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This eBook from the Gutenberg Project consists of approximately 198 pages of information about Potterism.

‘Oh, you dear novelists!’ he said, and shook a finger at her.

’Nonsense, Percy.  It is perfectly obvious.  He used to be attracted by Clare, and now he is attracted by Jane.  Very strange:  such different types.  But life is strange, and particularly love.  Oh, I don’t say it’s love yet, but it’s a strong attraction, and may easily lead to it.  The question is, are we to let it go on, or shall we head him back to Clare, who has begun to care, I am afraid, poor child?’

’Certainly head him back if you like and can, darling.  I don’t suppose Babs wants him, anyhow.’

’That is just it.  If Jane did, I shouldn’t interfere.  Her happiness is as dear to me as Clare’s, naturally.  But Jane is not susceptible; she has a colder temperament; and she is often quite rude to Oliver Hobart.  Look how different their views about everything are.  He and Clare agree much better.’

’Very well, mother.  You’re the doctor.  I’ll do my best not to throw them together when next Hobart comes over.  But we must leave the children to settle their affairs for themselves.  If he really wants fat little Babs we can’t stop him trying for her.’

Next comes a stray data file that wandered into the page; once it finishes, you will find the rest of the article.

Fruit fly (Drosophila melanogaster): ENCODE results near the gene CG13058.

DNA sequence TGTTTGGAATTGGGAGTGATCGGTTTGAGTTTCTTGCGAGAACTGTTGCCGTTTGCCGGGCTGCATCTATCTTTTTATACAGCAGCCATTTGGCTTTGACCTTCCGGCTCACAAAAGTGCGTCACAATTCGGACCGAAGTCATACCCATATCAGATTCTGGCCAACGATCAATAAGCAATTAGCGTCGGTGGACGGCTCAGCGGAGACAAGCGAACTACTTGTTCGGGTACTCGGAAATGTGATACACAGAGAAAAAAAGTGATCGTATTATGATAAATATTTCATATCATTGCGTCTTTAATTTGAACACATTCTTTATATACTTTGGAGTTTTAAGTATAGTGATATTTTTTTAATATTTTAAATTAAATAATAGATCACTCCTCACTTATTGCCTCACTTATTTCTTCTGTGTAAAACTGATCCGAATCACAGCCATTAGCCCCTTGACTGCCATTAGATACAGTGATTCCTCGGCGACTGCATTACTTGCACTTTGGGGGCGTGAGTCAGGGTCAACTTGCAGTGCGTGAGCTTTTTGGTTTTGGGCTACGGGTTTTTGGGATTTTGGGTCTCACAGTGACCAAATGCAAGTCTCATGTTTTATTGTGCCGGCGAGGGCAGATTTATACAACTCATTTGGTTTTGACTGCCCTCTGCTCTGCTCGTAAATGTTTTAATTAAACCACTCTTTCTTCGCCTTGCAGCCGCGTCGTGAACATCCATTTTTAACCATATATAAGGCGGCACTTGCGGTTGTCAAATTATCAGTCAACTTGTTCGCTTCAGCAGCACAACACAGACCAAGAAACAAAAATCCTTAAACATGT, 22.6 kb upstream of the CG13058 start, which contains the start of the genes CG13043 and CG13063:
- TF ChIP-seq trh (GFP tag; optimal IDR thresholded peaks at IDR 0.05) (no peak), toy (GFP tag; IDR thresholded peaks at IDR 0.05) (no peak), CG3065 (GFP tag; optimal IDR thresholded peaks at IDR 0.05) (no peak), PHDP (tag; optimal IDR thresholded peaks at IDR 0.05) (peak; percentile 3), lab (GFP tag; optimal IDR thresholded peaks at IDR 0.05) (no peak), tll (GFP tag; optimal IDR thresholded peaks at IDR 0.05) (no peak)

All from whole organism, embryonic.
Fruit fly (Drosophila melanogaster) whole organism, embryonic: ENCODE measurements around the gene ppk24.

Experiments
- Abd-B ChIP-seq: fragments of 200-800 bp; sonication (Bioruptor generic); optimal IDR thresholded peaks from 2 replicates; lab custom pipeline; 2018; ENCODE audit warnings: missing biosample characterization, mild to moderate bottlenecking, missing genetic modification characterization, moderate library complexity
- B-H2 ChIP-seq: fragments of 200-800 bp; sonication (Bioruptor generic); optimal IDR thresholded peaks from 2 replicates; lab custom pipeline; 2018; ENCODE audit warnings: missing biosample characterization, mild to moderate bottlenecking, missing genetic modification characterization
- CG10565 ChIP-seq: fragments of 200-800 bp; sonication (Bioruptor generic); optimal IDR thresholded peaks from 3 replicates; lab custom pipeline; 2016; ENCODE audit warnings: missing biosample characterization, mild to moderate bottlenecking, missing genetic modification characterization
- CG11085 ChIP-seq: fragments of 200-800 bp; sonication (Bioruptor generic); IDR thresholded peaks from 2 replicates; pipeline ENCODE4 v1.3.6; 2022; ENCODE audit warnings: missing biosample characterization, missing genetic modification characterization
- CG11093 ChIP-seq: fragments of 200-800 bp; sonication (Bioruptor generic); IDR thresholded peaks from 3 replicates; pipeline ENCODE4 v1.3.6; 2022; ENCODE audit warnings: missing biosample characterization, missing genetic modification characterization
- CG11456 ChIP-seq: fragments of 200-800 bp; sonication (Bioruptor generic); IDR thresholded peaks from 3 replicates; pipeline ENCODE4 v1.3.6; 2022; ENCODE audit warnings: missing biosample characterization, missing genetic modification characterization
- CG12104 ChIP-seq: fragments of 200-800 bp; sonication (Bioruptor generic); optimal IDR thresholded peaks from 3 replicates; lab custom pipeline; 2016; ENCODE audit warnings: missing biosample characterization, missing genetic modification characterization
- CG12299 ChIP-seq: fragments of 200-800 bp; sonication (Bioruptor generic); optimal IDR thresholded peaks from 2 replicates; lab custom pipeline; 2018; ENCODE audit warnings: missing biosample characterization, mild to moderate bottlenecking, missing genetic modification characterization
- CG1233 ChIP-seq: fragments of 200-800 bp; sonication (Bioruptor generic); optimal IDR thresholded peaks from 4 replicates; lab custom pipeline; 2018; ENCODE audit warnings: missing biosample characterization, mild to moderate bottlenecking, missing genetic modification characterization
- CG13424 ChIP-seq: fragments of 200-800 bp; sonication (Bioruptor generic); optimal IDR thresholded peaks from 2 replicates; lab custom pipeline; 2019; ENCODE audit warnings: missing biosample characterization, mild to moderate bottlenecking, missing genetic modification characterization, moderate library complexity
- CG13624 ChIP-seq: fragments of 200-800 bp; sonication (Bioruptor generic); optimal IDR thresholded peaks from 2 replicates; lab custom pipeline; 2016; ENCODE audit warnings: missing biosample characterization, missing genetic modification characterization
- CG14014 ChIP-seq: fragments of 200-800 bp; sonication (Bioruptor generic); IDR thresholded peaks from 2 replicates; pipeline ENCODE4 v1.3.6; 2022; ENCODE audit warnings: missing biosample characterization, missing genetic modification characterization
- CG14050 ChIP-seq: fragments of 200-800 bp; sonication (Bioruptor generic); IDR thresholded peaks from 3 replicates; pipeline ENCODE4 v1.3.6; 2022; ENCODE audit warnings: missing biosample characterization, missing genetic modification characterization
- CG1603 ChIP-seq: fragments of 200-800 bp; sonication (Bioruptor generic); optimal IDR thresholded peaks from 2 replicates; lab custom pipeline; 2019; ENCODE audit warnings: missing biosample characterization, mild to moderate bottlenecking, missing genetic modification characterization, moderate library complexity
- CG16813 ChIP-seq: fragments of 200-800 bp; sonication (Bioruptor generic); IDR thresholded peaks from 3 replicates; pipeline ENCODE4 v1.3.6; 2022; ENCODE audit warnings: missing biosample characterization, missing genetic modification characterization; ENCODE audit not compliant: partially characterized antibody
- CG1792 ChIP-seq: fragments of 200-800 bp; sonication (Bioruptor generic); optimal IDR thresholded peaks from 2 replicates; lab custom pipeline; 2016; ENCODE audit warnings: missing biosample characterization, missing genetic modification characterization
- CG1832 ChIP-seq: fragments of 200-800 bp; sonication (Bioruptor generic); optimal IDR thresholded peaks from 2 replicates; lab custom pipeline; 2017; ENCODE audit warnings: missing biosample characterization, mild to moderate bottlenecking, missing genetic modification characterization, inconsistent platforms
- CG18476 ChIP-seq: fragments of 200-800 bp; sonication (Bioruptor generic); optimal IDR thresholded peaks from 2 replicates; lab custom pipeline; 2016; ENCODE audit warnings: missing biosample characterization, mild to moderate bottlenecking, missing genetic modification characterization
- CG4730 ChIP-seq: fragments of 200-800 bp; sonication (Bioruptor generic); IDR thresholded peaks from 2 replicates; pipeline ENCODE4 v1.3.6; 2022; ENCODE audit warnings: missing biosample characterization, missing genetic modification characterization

‘Life is difficult,’ Lady Pinkerton sighed.  ’My poor little Clare is looking like a wilted flower.’

’Poor little girl.  M’m yes.  Poor little girl.  Well, well, we’ll see what can be done....  I’ll see if I can take Janet home for a bit, perhaps—­get her out of the way.  She’s very useful to me here, though.  There are no flies on Jane.  She’s got the Potter wits all right.’

But Lady Pinkerton loved better Clare, who was like a flower, Clare, whom she had created, Clare, who might have come—­if any girl could have come—­out of a Leila Yorke novel.

‘I shall say a word to Jane,’ Lady Pinkerton decided.  ’Just to sound her.’

But, after all, it was Jane who said the word.  She said it that evening, in her cool, leisurely way.

’Oliver Hobart asked me to marry him yesterday morning.  I wrote to-day to tell him I would.’

7

I append now the personal records of various people concerned in this story.  It seems the best way.

PART II: 

TOLD BY GIDEON

CHAPTER I

SPINNING

1

Nothing that I or anybody else did in the spring and summer of 1919 was of the slightest importance.  It ought to have been a time for great enterprises and beginnings; but it emphatically wasn’t.  It was a queer, inconclusive, lazy, muddled, reckless, unsatisfactory, rather ludicrous time.  It seemed as if the world was suffering from vertigo.  I have seen men who have been badly hit spinning round and round madly, like dancing dervishes.  That was, I think, what we were all doing for some time after the war—­spinning round and round, silly and dazed, without purpose or power.  At least the only purpose in evidence was the fierce quest of enjoyment, and the only power that of successfully shirking facts.  We were like bankrupts, who cannot summon energy to begin life and work again in earnest.  And we were represented by the most comic parliament that ever sat in Westminster, upon which it would be too painful here to expatiate.

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